All of us want good health, free from infections, illnesses and ailments until our peaceful death as this daily prayer aptly put it.An individual’s need for food and water, was, is and will always be the priority requirement, although without doubt personal hygiene is a close second. Personal hygiene includes brushing our teeth, eating wholesome food, excreting digested food, cleaning our body and bathing. Bathing or washing our body is one important means to maintain a disease free good health, by removing dirt, grime, sweat, sebaceous glands secretions, body odors, etc., boosting one’s self-confidence, even though physical and emotional well-being could depend on the person’s cultural upbringing also influencing its frequency and regularity. Hygiene has an important role in healthy living! According to WHO (World Health Organization) unfortunately only 39% of the world’s population enjoys hygienic sanitation services to keep themselves neat and clean having some access to water, soaps and shampoos.
THE HISTORY OF BATHING
The world’s foremost civilization, namely, the Vedic Indian civilization gives ample importance to regular early morning bathing by proposing many procedures and protocols one needs to routinely follow to maintain personal hygiene, avoid diseases and improve spiritual health. Ancient Greeks recognizing the benefits of regular bathing made use of public baths in ancient towns, by building bathtubs, handwash basins and foot bowls. The Romans who believed that cleanliness is a crucial aspect for health and fitness went a step ahead than Greeks by building “Thermae” (i.e., elaborate public bathhouses) in towns and cities declaring public bathing as a leisure activity to relax, recover, socialize and do business. Ancient Chinese mixed herbal drugs, flowers or herbs for therapeutic treatment into hot bath water to restore exhausted levels of Yin, (i.e., cool, watery calming energy) in Chinese medicine. Other traditional bathing rituals include the Turkish Hamam, Japanese Onsens, Russian Banyas, etc.
During the Ottoman rule, every town in Turkey had at least one Hamam to offer the luxury experience to people, to relax in a steam room first followed by body massage, brushing and bathing in cold water. The Russian Banyas also give emphasis on steam exfoliation followed by a dip in a cold-water pool to improve blood circulation, increase the immune system thereby relieving tension and exhaustion. Japanese Onsons were traditional outdoor public baths using natural hot water having high mineral content from geothermically heated springs having powers to heal aches, pains, skin ailments and diabetes. In England during, Victorian times, medical practitioners advised patients to take cold water baths as a painkiller, for treating insomnia and improving poor health. Charles Darwin claims total cure from vomiting and general sickness on using the Malvern Water Cure, which involves daily scrubbing and soaking the body in the cleanest local spring water. Lady Cleopatra, bathed in asses’ milk, for skin-softening.
Incidentally, today some athletes advocate ice-cold water baths, to recover and repair body cells and drain lactic acid built up that happens during intense exercise. Bathing, thus has a detailed apply fragrances and ointments that will making a person suitable for spirituality by destroying both inner and outer dirt. The following Hindu Puranic tale highlights the illusory character of water or the “Maya” that encompasses human life and death.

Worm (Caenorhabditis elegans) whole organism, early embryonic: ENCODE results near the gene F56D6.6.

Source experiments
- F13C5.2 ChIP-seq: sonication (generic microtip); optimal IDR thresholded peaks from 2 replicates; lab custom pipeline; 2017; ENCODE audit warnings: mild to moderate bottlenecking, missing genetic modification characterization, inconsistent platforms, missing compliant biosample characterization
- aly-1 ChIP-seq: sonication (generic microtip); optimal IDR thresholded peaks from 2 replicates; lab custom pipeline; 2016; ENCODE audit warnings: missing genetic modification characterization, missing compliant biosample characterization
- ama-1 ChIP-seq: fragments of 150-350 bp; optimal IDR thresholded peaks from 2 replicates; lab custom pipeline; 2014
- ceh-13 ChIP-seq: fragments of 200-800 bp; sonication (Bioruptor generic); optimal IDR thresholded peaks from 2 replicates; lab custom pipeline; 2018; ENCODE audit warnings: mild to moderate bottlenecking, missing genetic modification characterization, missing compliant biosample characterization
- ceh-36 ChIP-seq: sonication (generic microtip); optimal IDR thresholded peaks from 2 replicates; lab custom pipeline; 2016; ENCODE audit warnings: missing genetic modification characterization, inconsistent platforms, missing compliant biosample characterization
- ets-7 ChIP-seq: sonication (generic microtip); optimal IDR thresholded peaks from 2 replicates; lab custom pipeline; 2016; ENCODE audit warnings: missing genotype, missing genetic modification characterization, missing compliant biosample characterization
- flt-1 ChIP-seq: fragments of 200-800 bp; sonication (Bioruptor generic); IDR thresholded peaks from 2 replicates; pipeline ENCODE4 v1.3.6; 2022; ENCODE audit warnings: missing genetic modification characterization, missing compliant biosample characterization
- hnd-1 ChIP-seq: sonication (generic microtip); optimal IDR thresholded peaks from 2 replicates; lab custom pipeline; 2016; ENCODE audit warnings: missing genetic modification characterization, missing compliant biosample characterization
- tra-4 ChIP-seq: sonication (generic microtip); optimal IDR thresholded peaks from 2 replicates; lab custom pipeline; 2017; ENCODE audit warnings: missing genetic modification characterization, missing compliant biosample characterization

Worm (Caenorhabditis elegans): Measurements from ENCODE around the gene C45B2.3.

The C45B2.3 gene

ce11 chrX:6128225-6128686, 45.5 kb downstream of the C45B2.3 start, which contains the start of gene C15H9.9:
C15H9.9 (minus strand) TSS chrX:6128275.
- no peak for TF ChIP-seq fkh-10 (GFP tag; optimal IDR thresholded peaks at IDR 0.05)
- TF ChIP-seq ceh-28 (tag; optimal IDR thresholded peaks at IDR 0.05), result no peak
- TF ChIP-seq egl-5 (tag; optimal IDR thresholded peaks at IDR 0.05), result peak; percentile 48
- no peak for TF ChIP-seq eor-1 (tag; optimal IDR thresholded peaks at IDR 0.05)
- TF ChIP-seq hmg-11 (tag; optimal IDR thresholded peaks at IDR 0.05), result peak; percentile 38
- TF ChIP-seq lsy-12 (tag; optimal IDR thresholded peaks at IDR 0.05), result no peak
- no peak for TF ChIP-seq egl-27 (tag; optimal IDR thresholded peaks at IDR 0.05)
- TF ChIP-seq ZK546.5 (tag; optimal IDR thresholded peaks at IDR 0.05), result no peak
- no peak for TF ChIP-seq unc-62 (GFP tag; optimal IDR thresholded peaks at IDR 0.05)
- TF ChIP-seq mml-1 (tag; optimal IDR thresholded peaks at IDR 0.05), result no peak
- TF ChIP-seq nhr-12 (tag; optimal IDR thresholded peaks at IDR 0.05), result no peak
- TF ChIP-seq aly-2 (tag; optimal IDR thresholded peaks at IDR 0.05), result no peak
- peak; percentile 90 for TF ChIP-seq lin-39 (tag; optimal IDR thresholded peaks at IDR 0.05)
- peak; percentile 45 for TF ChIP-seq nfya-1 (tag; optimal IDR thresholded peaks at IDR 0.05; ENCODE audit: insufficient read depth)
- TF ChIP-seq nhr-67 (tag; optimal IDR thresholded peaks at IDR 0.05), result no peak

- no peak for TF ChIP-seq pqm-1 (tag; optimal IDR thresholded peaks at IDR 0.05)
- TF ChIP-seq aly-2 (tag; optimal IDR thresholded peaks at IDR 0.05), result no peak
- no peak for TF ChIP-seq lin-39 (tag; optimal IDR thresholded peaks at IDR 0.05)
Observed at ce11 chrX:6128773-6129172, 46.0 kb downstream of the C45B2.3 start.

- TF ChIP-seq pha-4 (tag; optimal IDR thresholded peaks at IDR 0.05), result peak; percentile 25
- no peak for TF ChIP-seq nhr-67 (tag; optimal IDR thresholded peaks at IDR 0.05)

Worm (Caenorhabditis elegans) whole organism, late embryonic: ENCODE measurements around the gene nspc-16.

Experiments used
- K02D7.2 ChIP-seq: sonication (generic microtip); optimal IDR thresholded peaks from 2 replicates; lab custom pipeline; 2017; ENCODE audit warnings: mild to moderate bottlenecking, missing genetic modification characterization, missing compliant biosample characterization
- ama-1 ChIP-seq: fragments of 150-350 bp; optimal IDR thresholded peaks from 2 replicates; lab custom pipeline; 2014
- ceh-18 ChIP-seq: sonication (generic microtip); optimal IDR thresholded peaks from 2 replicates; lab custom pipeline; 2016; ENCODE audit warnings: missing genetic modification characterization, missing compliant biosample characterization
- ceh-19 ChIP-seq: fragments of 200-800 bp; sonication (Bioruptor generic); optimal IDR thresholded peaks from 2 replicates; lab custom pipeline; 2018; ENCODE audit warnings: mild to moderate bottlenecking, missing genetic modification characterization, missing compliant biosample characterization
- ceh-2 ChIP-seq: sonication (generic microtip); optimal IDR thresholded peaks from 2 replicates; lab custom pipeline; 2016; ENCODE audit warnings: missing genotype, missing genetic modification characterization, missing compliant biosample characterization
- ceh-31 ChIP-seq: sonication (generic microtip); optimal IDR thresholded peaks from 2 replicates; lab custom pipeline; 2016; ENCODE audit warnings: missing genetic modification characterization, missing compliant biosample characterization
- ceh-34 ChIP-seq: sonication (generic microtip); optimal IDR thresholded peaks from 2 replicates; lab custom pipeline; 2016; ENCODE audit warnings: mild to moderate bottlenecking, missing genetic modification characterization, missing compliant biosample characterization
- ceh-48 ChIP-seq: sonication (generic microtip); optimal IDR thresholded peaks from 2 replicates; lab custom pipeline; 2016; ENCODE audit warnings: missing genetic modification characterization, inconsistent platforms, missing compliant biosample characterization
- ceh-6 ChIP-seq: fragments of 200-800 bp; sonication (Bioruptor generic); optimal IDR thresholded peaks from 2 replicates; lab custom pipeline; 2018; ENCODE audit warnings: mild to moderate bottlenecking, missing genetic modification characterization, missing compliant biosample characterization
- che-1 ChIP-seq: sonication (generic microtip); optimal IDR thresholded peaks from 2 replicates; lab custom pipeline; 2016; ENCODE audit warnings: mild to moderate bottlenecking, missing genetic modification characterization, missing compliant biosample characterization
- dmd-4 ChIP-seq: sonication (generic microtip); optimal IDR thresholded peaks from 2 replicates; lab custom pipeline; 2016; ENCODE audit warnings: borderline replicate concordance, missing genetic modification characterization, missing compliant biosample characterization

Narada the celestial bard once asked Lord Vishnu to explain the illusive creative power or the meaning of “Maya” of the gods. Vishnu said, that he cannot explain it and Narada must experience it to understand. “I cannot believe in Maya, if you cannot explain the power you use to create it”, argued Narada.
Vishnu realized that if ignorant human beings like Narada did not believe in Maya that gods employed, then their fate will become uncertain. So, Lord Vishnu left his abode taking Narada for a walk through a desert. Vishnu feigning thirsty sat under a tree and asked Narada to get some water in a pitcher from an oasis, telling that he will clarify the mystery of Maya on his return with the water.
Narada approached the oasis and finding a well beside a house, knocked at the door. An attractive girl opened the door and smilingly called for her parents, who then requested Narada to have some food and take rest for a while before taking the pitcher of well-water back. Narada agreed, even though the beautiful girl’s eyes did remind him of his promise to Lord Vishnu. As night fell soon, the girl’s parents counselled him to stay and spend the night. Narada awoke, in the morning and saw the beautiful girl bathing by the well; when her parents presented her hand in marriage to him. Narada very excited readily agreed forgetting all about the pitcher of water he had promised to bring for Lord Vishnu.
Nearly fourteen years passed by and during this period the couple had a boy and a girl. Narada’s parent-in-laws died and he inherited all their property. After some more years, came heavy rains with floods washing away his house. Narada waded through the floodwaters by placing his children on his shoulders and holding his wife by hand. He tried hard to grab hold of his wife, pulled away by the strong water currents and in the process lost hold of his two children. Soon, his entire family vanished in the gushing flood waters with Narada losing his consciousness. When he awoke, he was in Lord Vishnu lap under a tree. Vishnu’s eyes reminded him of his beloved wife.
“Narada, where is the water you promised to bring to quench my thirst?” inquired Lord Vishnu. Horror-struck Narada blurted out, “Do you mean to say that everything I experienced did not occur?” Lord Vishnu only smiled enigmatically. Probably, Lord Vishnu was teaching Narada “Maya”, the illusory character of life and death on earth, symbolically interwoven by water the story’s central lifeline.